(That is, if $\Delta z$ has a length $k$ times that of $\Delta z'$ and an angle of $\theta$ w.r.t. $\Delta z'$ then $df_{z_0}(\Delta z)$ will have a length $k$ times that of $df_{z_0}(\Delta z')$ and an angle of $\theta$ w.r.t. $df_{z_0}(\Delta z')$. That's the meaning of $\mathbb{C}$-linearity in $\mathbb{C}$-dimension $1$, that is, $\mathbb{C}$-proportionality)

But in general you cannot see using the same strategy where $df_{z_0}(\Delta z)$ is sent knowing $df_{z_0}(\Delta z')$ and knowing that $\Delta z$ and $\Delta z'$ are only $\mathbb{R}$-linearly related, that is $\Delta z = h(\Delta z')$, where $h$ is an $\mathbb{R}$-linear operator on $\mathbb{C}$. Indeed, this operator is completely determined when it is known what values it takes on two $\mathbb{R}$-linearly independent vectors. Let's say that it is know, for instance, what the values taken on the vectors $1$ and $i$ are (but we can choose other values). Now let's $\mathbb{R}$-decompose $\Delta z'$ w.r.t. $1$ and $i$: $\Delta z'=\frac{\Delta z'+\overline{\Delta z'}}{2}+\frac{\Delta z'-\overline{\Delta z'}}{2} =\frac{\Delta z'+\overline{\Delta z'}}{2}+i\frac{\Delta z'-\overline{\Delta z'}}{2i}$. For this to be a $\mathbb{R}$-decomposition w.r.t. to $1$ and $i$, the coefficients of $1$ and $i$ must be real, and they are if $\overline{\Delta z'}$ is the complex conjugate of $\Delta z'$. Then it follows straighforwardly that $$h(\Delta z') = h(1)\frac{\Delta z'+\overline{\Delta z'}}{2} + h(i)\frac{\Delta z'-\overline{\Delta z'}}{2i} = \frac{h(1)-i\cdot h(i)}{2} \Delta z' + \frac{h(1)+i\cdot h(i)}{2}\overline{\Delta z'}$$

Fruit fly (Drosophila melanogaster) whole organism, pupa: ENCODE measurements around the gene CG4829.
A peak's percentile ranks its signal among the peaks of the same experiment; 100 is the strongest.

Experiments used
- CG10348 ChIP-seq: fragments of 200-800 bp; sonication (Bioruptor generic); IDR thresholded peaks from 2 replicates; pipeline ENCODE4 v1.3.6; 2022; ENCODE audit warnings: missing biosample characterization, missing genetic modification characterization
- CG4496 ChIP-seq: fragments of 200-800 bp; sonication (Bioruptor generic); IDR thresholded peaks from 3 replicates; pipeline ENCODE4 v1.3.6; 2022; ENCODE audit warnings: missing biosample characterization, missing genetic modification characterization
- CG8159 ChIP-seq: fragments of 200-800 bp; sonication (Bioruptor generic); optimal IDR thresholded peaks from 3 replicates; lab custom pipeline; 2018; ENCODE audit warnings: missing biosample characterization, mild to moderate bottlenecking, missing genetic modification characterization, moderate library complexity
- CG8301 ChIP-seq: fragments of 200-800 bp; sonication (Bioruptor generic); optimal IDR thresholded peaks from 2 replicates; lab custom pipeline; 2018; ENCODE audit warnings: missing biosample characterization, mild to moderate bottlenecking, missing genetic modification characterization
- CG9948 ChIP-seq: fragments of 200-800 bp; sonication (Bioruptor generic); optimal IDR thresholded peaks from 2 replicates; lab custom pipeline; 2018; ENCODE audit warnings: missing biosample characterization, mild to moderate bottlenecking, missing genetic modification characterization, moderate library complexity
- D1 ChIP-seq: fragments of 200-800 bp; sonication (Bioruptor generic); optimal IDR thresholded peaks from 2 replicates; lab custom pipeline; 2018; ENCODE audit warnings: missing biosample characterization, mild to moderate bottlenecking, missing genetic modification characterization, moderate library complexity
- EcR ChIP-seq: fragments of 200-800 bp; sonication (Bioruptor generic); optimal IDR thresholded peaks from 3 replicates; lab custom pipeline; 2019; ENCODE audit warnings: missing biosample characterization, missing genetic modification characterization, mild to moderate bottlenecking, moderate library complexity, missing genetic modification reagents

Concluding, it is:

$$df_{z_0}(\Delta z) = df_{z_0}(h(\Delta z')) = \frac{h(1)-i\cdot h(i)}{2} df_{z_0}(\Delta z') + \frac{h(1)+i\cdot h(i)}{2}df_{z_0}(\overline{\Delta z'})$$ that means that knowing a given $\mathbb{R}$-linear relation between $\Delta z$ and $\Delta z'$ you cannot determine the value of $df_{z_0}(\Delta z)$ from just $df_{z_0}(\Delta z')$: you need $df_{z_0}(\overline{\Delta z')}$ as well when $\frac{h(1)+i\cdot h(i)}{2}\ne0$, so in this case $df_{z_0}$ is not $\mathbb{R}$-linear (although it is $\mathbb{C}$-linear). End of the $\mathbb{C}$-conclusion.

As you have seen, differences between $\mathbb{R}$- and $\mathbb{C}$-differentiability are to be searched for in the algebraic part of the process not the analytical and recognizing the special character of the $\mathbb{C}$-differentiability from the fact that composition of a $\mathbb{C}$-linear operator (the differential) with a $\mathbb{R}$-linear operator is only a $\mathbb{R}$-linear operator.